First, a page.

## Abstract

The past decade has seen a revolution in electromagnetics due to the development of metamaterials. These artificial composites have been fashioned to exhibit exotic effects such as a negative index of refraction. However, the full potential of metamaterial devices has only been hinted at. By combining metameterials with transformation optics (TO), researchers have demonstrated an invisibility cloak. Subsequently, quasi-conformal mapping was used to create a device that exhibited a broadband cloaking effect. Here we extend this latter approach to a strictly conformal mapping to create reflection less, inherently isotropic, and broadband photonic devices. Our method combines the novel effects of TO with the practicality of all-dielectric construction. We show that our structures are capable of guiding light in an almost arbitrary fashion over an unprecedented range of frequencies.

© 2009 OSA

Transformation optics yields a precise prescription of spatially-varying and anisotropic optical constants to guide electromagnetic radiation. TO accomplishes this feat by taking advantage of the invariance of Maxwell's Equations upon coordinate transformations. The TO methodology was initially applied only to the design of electromagnetic cloaks [1,2], since coordinate transformations of free space invariably returned waves undisturbed as they existed the altered region.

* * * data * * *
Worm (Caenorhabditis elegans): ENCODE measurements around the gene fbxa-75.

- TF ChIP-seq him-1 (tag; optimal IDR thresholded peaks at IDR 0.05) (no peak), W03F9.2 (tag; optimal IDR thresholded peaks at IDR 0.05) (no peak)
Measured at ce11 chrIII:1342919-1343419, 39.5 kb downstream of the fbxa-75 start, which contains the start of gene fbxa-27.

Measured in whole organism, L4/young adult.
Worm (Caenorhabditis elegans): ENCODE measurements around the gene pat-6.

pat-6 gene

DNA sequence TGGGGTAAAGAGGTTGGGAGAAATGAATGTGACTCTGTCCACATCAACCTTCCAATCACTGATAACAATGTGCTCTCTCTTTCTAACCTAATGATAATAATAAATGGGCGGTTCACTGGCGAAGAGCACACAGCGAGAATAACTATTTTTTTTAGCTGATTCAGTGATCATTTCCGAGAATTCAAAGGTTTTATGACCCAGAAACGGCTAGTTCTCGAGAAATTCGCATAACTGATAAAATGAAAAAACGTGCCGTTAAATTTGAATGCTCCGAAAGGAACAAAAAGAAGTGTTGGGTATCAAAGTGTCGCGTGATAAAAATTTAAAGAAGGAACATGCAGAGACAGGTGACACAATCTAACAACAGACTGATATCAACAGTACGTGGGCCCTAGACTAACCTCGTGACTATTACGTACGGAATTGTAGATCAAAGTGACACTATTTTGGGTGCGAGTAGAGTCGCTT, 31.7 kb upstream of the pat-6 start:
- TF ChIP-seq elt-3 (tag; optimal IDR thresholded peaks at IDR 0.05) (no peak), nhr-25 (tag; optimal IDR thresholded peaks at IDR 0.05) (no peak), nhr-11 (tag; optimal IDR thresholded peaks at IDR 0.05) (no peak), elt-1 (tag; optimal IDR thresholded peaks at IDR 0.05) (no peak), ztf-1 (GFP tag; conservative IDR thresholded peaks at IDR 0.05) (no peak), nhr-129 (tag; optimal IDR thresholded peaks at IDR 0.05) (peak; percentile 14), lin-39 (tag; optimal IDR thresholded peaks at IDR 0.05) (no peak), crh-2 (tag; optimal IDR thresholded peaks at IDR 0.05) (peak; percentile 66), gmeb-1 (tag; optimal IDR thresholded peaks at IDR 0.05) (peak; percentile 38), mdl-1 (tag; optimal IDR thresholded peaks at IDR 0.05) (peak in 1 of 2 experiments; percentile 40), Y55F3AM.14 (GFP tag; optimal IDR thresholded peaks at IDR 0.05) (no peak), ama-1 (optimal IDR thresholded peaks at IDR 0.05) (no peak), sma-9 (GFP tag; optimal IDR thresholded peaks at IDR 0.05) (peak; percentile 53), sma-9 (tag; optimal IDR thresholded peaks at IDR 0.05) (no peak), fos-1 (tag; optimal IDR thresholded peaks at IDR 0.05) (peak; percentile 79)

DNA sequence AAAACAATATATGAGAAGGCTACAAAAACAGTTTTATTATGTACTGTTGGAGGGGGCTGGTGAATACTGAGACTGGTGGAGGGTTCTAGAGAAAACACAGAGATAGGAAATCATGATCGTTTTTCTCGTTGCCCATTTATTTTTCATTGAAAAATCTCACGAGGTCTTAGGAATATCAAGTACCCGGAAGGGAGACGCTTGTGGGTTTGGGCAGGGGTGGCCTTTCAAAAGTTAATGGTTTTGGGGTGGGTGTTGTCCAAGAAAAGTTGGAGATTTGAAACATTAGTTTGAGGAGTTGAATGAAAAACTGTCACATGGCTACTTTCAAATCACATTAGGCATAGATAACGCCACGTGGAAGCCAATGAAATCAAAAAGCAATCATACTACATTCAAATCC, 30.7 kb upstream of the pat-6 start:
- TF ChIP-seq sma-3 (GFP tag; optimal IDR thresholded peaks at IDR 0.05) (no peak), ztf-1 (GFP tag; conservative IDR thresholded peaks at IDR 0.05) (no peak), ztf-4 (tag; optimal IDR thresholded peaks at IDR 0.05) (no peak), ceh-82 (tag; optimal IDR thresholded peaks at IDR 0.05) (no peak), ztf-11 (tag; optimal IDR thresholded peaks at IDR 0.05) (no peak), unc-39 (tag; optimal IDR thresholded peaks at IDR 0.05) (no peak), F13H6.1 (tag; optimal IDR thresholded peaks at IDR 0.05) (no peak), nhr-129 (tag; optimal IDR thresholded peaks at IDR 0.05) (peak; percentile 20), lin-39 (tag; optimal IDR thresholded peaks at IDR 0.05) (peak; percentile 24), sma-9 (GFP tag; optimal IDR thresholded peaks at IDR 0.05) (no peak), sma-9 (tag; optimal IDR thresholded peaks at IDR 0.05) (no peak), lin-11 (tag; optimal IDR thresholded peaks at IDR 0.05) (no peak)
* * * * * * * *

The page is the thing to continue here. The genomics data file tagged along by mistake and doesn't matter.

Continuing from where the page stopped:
Later works demonstrated that the TO methodology could be applied to create devices that could steer or focus electromagnetic waves [3]. This class of transformations are termed finite-embedded transformations, and this led to the design of various optical components such as beam and waveguide bends [4,5], shifters, splitters, and imaging elements [6].

Unfortunately, very few of these transformations lend themselves to easily realizable devices. Traditional TO designs require control of the tensor components of both the electric permittivity ε and magnetic permeability μ of constituent materials. Even though this control is possible by virtue of electromagnetic metamaterials [7–10], it severely complicates the design process. Additionally, the use of highly-dispersive resonant elements, i.e. $\epsilon =\epsilon \left(\omega \right)$ and $\mu =\mu \left(\omega \right)$, limits the operation of devices to a single frequency. Various restrictions and approximations [11,12] somewhat alleviate this complexity, but they also reduce the performance of potential photonic devices.

More recently Li and Pendry conjectured that the design complexities associated with TO could be minimized by an appropriate choice of coordinate transformation [13]. Specifically, by numerically computing the quasi-conformal map of a Cartesian grid to a slightly deformed geometry, they showed that a cloaking effect could be created. The quasi-conformal mapping minimized the anisotropy needed in the optical constants, which meant that the cloak could be approximated by an isotropic dielectric material, (although still spatially varying), with negligible degradation in performance. This design was subsequently demonstrated at microwave frequencies [14], and more recently at optical [15,16].